A monk washes robes in the the courtyard of a Buddhist temple in Bhutan
I made the space at the Kaya Sulc Studio feel like home. Mum gave me the piece of fabric draped across the chair many years ago. It’s a sarong she bought back from a holiday. Having my paintings all around and a flowering indoor plant reminded me of mum. I grew up with indoor plants, a native garden and art on every wall.
Paint moves in mysterious ways. I paused for a moment, looking away from the rough portrait block-in. The colours, with just a touch of rust red, lively swirling patterns and the subtle translucent textures of the watercolour paint completely captivated me. An unlikely ephemeral creation had materialised on my palette. Now the sketchy picture, the ‘real’ art looked so stiff and lifeless in comparison.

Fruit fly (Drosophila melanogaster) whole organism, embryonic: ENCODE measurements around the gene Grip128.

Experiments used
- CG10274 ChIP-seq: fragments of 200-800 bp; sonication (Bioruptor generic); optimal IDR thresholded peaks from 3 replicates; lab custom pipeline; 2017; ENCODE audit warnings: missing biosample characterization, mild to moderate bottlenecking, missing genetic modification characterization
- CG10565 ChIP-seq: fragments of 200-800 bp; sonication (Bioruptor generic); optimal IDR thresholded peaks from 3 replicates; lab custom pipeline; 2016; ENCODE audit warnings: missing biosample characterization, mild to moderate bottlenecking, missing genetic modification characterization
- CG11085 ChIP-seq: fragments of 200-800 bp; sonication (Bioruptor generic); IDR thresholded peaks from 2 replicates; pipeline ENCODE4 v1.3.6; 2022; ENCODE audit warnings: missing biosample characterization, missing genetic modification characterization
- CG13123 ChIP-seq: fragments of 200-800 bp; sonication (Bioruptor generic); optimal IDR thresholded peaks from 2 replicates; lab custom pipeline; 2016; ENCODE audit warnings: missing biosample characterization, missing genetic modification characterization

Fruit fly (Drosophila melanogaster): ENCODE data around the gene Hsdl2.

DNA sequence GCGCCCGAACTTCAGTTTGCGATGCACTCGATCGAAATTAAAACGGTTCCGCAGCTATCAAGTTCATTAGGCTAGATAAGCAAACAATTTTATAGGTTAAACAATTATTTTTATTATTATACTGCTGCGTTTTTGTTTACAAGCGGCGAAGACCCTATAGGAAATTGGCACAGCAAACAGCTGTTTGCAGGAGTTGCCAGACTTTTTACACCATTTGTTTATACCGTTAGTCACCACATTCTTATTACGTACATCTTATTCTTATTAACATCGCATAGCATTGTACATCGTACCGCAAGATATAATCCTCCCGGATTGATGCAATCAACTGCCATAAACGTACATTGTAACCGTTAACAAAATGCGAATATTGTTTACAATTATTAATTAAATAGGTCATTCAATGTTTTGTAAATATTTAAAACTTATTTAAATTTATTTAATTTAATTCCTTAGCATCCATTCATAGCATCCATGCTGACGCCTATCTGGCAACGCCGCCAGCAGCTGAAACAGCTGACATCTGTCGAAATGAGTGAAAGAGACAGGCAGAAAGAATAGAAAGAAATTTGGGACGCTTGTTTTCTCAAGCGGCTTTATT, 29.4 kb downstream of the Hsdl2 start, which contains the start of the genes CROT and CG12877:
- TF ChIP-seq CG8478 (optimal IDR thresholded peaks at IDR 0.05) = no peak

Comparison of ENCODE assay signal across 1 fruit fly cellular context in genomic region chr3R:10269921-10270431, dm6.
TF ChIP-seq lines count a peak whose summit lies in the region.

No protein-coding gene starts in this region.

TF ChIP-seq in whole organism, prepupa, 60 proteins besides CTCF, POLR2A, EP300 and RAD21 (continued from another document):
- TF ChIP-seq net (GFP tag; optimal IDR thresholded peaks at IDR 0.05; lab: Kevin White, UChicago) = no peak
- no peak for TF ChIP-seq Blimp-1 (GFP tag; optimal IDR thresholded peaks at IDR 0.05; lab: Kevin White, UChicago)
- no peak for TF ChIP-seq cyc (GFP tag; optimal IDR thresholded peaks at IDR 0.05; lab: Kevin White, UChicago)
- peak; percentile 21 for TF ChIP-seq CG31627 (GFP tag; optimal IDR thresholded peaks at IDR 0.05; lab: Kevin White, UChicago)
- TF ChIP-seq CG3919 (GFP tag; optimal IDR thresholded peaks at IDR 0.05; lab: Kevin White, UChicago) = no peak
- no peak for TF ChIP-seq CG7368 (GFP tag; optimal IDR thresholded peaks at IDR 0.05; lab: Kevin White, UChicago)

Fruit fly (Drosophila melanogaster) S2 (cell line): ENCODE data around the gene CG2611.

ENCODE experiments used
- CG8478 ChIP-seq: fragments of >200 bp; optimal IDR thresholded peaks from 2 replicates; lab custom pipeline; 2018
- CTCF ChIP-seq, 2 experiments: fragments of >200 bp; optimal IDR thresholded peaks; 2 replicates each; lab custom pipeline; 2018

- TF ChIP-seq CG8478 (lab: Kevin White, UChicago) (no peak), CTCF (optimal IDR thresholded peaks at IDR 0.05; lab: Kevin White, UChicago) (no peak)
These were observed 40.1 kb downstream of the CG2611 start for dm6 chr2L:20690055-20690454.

I am so glad that my photographer friend Julie Hemsley had the presence of mind to snap a couple of quick shots as we were about to leave for a celebratory meal at the end of the Moods of Marcus Exhibition opening. I completely forgot to take any photos on the night! Really happy about the red dot too.
Sometimes I like the immediacy of an unworked image that captures its subject quickly with a few strokes.
These paintings are to be hung as a group representing the changes in the tannin-stained creek at Marcus Beach. In the dry season the creek flows gently then eventually dries so that it no longer meets the sea. Storms come in from the ocean in the wet season pushing surging waves up the creek against the natural flow.